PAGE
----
Dr. Javier Martínez Rodrigo receives the Award for the Incorporation of Research Excellence to the UPM 2021. Recognition of its high scientific production, research training, leadership capacity and international relevance.

Dr. Javier Martínez Rodrigo, ICTS Manager at the Institute of Optoelectronic Systems and Microtechnology (ISOM), has received the Award for the Incorporation of Research Excellence to the UPM 2021, according to the resolution of December 20, 2021 of the Rector of the Polytechnic University, which makes public the final list of beneficiaries of the Annual Call for Research and Innovation Awards in the framework of the Own Program of R+D+i 2021.

For Professor Javier Martinez, this award “means two things, on the one hand to look back and appreciate the effort of everything previously done and on the other hand a great injection of “Energy” to look ahead and continue working in the same way with the aim of achieving greater scientific challenges”.

Recognition of its high scientific production, research training, leadership capacity and international relevance.


Javier Martínez holds a PhD in Physics and a degree in Electronic Engineering from the University of Valladolid. He has made postdoctoral stays at the Lawrence Berkeley National Lab (USA) and at the Consiglio Nazionale delle Ricerche (CNR) in Bologna (Italy). In 2005 he joined the Instituto de Microelectrónica de Madrid of CSIC as a Juan de la Cierva y Ramón y Cajal researcher developing AFM nanolithography techniques.

Since 2011, he is a professor at the Polytechnic University of Madrid in the Department of Materials Science and researcher at the Institute of Optoelectronic Systems and Microtechnologies (ISOM) where he has been deputy director (2019-21). He has published more than 37 scientific papers in the ISI Web of Science, in high impact journals Nature Nanotechnology, Nanoletters, Advanced Materials, etc. His papers have more than 1500 citations, h-index 22 and he is author of several patents, two of them with the Massachusetts Institute of Technology (MIT). His research focuses on Nanofabrication and Nanotechnology and is focused on the development of devices fabricated with graphene and 2D materials for energy applications where he has coordinated several National Plan Challenges projects. Since 2013, he is the ISOM coordinator in the ICTS Micro and Nanomanufacturing Cleanroom Network (micronanofabs.org).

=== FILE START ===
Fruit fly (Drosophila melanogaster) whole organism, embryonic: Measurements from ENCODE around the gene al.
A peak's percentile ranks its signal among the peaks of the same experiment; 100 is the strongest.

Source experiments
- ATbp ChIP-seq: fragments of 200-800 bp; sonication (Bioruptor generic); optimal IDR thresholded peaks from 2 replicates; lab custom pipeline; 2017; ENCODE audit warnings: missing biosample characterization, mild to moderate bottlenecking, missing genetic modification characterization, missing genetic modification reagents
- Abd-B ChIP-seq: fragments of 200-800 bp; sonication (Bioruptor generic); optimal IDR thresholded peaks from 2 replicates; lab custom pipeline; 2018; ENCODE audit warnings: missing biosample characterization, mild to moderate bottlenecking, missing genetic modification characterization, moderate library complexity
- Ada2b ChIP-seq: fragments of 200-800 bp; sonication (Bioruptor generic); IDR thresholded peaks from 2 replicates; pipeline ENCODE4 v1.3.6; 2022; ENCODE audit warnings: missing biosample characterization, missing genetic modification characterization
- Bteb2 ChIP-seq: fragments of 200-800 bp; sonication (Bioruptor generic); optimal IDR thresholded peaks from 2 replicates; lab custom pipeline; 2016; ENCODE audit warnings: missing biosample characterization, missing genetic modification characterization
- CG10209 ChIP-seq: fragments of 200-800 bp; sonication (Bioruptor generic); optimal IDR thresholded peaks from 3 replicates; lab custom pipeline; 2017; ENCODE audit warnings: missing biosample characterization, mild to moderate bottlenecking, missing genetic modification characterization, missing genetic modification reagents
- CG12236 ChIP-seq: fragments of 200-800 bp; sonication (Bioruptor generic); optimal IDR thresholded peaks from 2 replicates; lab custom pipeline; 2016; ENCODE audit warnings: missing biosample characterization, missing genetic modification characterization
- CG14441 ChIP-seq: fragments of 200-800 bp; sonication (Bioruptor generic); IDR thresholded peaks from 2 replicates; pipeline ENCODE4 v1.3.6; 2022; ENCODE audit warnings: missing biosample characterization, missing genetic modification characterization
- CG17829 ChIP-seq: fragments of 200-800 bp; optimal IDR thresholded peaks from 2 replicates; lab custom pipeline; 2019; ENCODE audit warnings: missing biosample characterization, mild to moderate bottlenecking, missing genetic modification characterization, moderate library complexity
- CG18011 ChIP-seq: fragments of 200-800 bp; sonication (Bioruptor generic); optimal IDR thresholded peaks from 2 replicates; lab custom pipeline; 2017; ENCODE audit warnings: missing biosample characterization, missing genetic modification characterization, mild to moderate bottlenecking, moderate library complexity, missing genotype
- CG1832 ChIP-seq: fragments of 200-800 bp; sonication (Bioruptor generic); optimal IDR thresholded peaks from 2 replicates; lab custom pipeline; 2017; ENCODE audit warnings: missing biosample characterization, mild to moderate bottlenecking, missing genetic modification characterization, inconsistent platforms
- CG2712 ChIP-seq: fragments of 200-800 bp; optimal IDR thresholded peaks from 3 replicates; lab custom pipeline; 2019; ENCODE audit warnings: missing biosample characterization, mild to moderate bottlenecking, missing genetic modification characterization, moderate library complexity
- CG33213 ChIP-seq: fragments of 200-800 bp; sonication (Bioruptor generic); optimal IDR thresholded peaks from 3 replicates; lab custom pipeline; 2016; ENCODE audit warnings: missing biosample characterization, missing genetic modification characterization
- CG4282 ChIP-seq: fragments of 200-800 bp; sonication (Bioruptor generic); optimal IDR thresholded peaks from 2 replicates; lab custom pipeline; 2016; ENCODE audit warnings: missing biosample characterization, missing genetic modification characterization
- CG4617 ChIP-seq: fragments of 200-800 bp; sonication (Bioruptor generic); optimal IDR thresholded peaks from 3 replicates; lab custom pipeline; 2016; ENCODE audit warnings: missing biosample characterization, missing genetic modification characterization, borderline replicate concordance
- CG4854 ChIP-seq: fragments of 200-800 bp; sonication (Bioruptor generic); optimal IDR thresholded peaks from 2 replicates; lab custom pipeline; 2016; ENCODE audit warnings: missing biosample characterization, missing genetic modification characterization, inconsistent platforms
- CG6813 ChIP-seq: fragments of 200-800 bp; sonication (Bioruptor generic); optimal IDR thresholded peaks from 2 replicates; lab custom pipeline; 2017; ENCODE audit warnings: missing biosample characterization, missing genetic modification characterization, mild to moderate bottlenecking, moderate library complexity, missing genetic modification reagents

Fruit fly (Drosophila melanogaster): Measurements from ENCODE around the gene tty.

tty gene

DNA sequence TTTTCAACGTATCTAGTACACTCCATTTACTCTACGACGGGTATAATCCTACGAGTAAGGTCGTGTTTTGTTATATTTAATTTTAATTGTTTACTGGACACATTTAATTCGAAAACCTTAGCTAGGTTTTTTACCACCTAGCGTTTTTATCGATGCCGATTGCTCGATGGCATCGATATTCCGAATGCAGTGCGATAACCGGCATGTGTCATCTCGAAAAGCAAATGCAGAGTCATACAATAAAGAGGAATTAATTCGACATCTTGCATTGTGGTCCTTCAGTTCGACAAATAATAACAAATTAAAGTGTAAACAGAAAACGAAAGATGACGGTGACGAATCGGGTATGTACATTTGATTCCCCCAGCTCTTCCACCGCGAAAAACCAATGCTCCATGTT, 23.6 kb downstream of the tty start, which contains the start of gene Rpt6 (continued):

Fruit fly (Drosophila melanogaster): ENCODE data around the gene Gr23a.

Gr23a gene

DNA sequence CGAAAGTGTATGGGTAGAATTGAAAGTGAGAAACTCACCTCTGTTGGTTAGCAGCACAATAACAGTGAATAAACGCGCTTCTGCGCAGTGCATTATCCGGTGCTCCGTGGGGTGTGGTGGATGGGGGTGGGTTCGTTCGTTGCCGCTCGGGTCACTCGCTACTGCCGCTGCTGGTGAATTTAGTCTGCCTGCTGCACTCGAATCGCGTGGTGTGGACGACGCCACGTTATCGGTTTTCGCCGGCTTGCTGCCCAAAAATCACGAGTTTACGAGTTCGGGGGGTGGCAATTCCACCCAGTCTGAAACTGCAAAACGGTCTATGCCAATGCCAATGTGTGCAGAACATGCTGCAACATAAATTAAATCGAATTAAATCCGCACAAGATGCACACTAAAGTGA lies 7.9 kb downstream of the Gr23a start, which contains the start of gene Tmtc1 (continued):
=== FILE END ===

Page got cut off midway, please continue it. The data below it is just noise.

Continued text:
A novel design of a racetrack memory based on functional segments

Speaker: Dr. Javier Rial.
Organization: Instituto de Sistemas Optoelectrónicos y Microtecnología (ISOM), de la E.T.S.I. Telecomunicación, Universidad Politécnica de Madrid.

Data:  December 17th, 2021.
Hours: 10.00 hours.
Place: Room B-222 of the ETSI of Telecommunications of the UPM [Cómo llegar]


A racetrack memory is a device where the information is stored as magnetic domains (bits) along a nanowire (track). To read and record the information, the bits are moved along the track by current pulses until they reach the reading/writing heads. In particular, 3D racetrack memory devices use arrays of vertically aligned wires (tracks), thus enhancing storage density. In this work, we propose a novel 3D racetrack memory configuration based on functional segments inside cylindrical nanowire arrays. The use of selective magnetic segments inside one nanowire allows the creation of writing and storage sections inside the sametrack, separated by chemical constraints identical to those separating the bits.

The epitaxial growth of InAs/GaAs quantum dots for optoelectronic devices

Speaker: D. Lazar Stanojevic. 
Organization: Instituto de Sistemas Optoelectrónicos y Microtecnología (ISOM), de la E.T.S.I. Telecomunicación, Universidad Politécnica de Madrid.

Data:  December 3rd, 2021.
Hours: 10.00 hours.
Place: Room B-222 of the ETSI of Telecommunications of the UPM [Cómo llegar]


Quantum dots (QDs), which are usually seen as artificial atoms (nanocrystals, zero-dimensional nanostructures) in general have attracted a lot of attention of the scientific community due to, on one hand, a wide range of possibilities to tune their optical and other properties, and on the other hand, their incredibly diverse potential for applications that includes biology and medicine, so as optoelectronics, or more specifically, LEDs, laser diodes, single electron transistors (SETs), quantum computing, displays, photodetectors, photovoltaics etc.. Apart from colloidal QDs, which are more commonly studied, the epitaxially grown semiconductors InAs/GaAs QDs have been specially investigated for optoelectronic applications. Here I present the key tunability features and the most recent breakthroughs in InAs QD tunability, so as their potential applications in the field of photovoltaics.